Hurricanes Hurt Job Creation in 3Q

Written by Peter Wright

Third-quarter job creation was severely affected by Hurricanes Harvey and Irma in the South Central and South East regions, according to third-quarter employment data by state released by the Bureau of Labor Statistics (BLS) on Friday. summarized it as follows: “Job growth is slowing but wage growth is heating up across much of the country, and the September regional and state employment figures reinforce this contention. Compared with August, fewer states reported that nonfarm employment rose and more reported that it fell. More states also reported lower unemployment, which is what one would see if more parts of the country were at or approaching full employment. In September, the largest job gains were in California, Washington and Indiana. The biggest decline was in Florida, related to Hurricane Irma. North Dakota had the lowest jobless rate, followed by Colorado and Hawaii. The rates in Idaho and Tennessee set new series lows. Alaska had the highest unemployment rate.”

The states compile their employment numbers independently of the Feds, and then both are reported by the Bureau of Labor Statistics. The results are close. In the last 18 quarters since Q1 2013, the Feds reported total job creation of 11,595,000 and the states reported 11,778,000, a difference of 1.5 percent. Figures 1 and 2 show the history of federal and state totals since 1992. SMU has graphs in the same format for 10 geographic regions and can produce them for individual states if a reader so requests.

The 10 geographic regions described in this report are as follows:

New England, (CT, ME, MA, NH, RI, VT)

North East, (NY, PA, NJ)

Mid Atlantic, (DE, DC, MD, NC, SC, VA, WV)

North Central, (IA, KS, MN, MO, NE, ND, SD)

East North Central (IL, IN, MI, OH, WI)

East South Central, (AL, KY, MS, TN)

South Central, (TX, OK, LA, AR)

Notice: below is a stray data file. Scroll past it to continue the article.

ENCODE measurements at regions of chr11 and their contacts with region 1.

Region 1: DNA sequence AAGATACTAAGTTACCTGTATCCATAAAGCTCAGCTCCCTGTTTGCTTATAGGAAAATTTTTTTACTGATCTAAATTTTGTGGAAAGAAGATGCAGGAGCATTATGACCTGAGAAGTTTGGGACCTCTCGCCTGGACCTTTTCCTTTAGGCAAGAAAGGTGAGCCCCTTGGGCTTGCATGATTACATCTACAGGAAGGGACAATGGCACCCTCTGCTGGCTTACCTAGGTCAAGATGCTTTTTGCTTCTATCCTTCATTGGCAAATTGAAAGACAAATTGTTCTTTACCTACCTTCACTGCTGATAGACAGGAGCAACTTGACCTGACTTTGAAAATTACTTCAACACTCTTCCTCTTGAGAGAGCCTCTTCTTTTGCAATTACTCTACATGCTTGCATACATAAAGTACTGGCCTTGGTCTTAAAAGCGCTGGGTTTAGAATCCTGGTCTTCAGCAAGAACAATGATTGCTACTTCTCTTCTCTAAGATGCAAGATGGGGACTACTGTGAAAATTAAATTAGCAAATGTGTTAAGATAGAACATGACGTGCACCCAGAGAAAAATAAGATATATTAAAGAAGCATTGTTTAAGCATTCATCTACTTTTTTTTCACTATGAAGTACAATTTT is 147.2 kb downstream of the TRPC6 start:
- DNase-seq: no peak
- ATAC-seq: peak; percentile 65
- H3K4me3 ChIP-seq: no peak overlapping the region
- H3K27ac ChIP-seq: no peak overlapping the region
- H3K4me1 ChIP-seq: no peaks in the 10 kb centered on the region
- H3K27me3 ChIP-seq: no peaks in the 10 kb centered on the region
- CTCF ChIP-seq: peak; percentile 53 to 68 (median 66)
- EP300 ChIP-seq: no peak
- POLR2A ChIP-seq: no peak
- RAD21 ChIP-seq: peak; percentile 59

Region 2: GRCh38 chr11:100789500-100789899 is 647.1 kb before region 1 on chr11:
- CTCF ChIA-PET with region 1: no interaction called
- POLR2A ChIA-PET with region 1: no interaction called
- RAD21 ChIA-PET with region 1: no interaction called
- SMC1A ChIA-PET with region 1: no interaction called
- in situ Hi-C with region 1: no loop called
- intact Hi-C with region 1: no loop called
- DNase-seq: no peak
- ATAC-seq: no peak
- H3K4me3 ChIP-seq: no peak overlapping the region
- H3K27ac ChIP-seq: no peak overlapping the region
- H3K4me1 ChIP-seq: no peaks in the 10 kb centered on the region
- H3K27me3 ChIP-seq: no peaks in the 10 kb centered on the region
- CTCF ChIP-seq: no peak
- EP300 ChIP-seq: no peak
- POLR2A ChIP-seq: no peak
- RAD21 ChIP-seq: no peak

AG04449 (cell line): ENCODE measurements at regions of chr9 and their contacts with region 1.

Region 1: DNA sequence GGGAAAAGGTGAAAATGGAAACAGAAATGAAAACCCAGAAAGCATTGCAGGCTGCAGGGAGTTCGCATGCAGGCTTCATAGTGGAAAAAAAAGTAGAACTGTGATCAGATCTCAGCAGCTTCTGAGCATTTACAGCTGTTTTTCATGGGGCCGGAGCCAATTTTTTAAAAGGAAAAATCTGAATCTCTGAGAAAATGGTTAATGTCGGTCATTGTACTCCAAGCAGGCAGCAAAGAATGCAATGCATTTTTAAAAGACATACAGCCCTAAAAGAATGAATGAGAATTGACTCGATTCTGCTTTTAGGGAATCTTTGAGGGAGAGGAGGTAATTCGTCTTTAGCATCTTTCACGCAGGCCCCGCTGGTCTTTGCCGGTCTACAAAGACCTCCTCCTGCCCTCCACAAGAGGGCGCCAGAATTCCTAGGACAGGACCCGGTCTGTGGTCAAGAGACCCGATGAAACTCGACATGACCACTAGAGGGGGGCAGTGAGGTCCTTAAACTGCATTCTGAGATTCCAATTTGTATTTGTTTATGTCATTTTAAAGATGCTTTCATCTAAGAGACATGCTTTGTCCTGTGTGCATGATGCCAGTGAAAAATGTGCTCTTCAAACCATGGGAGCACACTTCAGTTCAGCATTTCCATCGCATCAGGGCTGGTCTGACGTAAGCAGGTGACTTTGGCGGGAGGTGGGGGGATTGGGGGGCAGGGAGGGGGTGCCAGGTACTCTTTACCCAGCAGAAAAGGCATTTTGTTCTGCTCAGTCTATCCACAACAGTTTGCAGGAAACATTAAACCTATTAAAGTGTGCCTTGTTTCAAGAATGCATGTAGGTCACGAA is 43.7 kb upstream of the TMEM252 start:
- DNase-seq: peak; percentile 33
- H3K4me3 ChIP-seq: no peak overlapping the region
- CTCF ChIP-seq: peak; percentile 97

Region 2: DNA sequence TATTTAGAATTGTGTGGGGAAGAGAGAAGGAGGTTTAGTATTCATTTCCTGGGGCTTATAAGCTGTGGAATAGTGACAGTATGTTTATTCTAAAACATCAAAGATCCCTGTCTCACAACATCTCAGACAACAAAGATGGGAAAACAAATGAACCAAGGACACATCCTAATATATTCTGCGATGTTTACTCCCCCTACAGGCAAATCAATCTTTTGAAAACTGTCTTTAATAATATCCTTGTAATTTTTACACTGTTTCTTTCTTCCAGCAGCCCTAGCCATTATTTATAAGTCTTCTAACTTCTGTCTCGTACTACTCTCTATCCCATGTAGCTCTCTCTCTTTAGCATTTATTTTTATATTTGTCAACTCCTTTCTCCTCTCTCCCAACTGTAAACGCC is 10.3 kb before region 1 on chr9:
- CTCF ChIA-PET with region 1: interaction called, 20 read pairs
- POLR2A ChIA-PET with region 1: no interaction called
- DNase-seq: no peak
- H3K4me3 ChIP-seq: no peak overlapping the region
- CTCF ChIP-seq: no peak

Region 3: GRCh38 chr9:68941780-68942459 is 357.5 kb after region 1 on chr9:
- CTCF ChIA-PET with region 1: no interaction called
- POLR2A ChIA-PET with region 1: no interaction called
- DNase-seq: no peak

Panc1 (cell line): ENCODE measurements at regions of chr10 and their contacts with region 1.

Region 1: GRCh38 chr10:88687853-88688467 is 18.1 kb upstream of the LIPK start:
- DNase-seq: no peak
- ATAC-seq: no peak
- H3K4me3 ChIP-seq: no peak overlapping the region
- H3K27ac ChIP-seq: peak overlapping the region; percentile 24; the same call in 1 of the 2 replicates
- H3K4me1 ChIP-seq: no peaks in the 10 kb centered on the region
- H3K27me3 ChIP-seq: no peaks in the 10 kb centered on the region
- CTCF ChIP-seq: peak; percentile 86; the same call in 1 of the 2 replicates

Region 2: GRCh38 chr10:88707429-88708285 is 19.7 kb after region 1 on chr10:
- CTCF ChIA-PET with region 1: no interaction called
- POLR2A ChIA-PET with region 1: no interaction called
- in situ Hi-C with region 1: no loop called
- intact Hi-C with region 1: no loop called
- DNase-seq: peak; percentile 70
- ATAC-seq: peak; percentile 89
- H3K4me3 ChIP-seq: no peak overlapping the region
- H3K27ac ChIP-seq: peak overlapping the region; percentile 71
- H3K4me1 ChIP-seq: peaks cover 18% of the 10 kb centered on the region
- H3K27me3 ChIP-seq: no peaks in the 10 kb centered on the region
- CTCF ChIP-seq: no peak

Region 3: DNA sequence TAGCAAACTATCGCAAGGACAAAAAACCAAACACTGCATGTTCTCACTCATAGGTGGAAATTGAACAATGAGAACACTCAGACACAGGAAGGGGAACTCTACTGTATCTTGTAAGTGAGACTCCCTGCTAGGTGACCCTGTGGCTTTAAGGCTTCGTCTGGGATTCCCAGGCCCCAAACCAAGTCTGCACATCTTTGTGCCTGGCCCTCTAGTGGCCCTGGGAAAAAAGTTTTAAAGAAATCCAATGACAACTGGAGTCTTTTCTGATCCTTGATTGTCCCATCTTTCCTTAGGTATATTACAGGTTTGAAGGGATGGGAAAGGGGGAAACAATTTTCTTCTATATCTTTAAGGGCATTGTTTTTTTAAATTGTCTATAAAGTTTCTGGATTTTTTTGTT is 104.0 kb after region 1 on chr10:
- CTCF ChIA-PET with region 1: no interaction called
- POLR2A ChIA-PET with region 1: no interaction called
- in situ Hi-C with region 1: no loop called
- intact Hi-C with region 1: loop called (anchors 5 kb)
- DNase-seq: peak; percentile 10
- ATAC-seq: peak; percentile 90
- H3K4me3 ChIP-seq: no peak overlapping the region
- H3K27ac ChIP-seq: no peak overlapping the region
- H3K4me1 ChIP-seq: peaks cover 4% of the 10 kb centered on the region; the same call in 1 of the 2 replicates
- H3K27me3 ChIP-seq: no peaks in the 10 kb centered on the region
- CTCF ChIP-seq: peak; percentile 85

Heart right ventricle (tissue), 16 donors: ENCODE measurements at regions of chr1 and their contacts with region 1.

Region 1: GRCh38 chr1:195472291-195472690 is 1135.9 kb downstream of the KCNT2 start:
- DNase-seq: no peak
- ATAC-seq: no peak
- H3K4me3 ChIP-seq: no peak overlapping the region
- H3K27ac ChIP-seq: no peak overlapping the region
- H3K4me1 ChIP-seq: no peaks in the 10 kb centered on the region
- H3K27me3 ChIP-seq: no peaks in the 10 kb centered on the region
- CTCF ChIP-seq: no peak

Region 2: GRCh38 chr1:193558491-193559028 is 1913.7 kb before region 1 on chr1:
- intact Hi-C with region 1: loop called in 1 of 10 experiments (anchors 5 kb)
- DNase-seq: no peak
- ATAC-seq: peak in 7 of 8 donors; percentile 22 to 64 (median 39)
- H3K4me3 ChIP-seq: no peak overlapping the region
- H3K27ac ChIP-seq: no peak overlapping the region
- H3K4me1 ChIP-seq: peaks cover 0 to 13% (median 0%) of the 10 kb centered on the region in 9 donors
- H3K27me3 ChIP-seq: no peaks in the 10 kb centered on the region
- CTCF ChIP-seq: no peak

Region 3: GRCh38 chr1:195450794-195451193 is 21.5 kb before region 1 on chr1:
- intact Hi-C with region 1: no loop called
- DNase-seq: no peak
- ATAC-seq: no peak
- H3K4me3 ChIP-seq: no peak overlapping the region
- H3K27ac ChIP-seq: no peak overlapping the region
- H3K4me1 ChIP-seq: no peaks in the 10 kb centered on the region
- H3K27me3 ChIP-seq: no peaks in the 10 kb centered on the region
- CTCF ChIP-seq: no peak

Mountain, (AZ, CO, ID, MT, NV, NM. UT, WY)

Pacific region, (CA, OR, WA)

South East, (FL, GA)

Table 1 shows the history of quarterly job creation by region since Q1 2014. In the third quarter, the South East had negative job creation for the quarter as a whole, and in September Florida lost 127,000 positions due to Hurricane Irma. Most of these were associated with tourism. Texas had a net gain of zero in August and a loss of 7,000 jobs in September. Comparing Q3 with Q2, job creation in the South Central region was down by 86 percent. Six of the 10 regions had a decrease in employed persons in Q3. The big winner was the Pacific region driven by California with a gain of 350.6 percent.

The regions have fared very differently since the pre-recession high of first-quarter 2008 and since the low point of fourth-quarter 2009. By the states’ calculations, there are now 9,143,000 more people employed than there were immediately before the recession, but of that number 42 percent occurred in the South Central and Pacific regions (Table 2).

The third-quarter of 2015 was the first time that every region had more people employed than it did at the pre-recession peak. The Pacific has had the largest number of jobs created during the recovery with an increase of 3,524,000 positions, which amounts to 19.0 percent of total employment. The Pacific region also had the largest number of job losses during the recession. In second place during the recovery is the South Central region with 2,458,000 jobs created, closely followed by the East North Central and the South East. Employment is now 17,573,000 positions higher than it was at the low point of the recession. The East North Central currently has the highest number of employed people with 22,086,400, but the Pacific with 22,046,300 is catching up fast (Table 3).

Moody’s reported Oct. 18 that the pattern of regional growth is shifting away from the West and toward the South because of two primary factors. First, labor markets are tightening and costs are rising in many areas, but particularly in the larger metro areas of the Pacific and Mountain West. Second, energy-producing areas are rebounding as the price of crude oil improves from its low point in early 2016 and as natural gas exports begin to accelerate.

SMU Comment: We believe it’s important for those subscribers whose businesses are substantially regional to have as much data as possible to compare their own results with those of their locality. This report along with regional GDP, which we also report quarterly, is intended to help.

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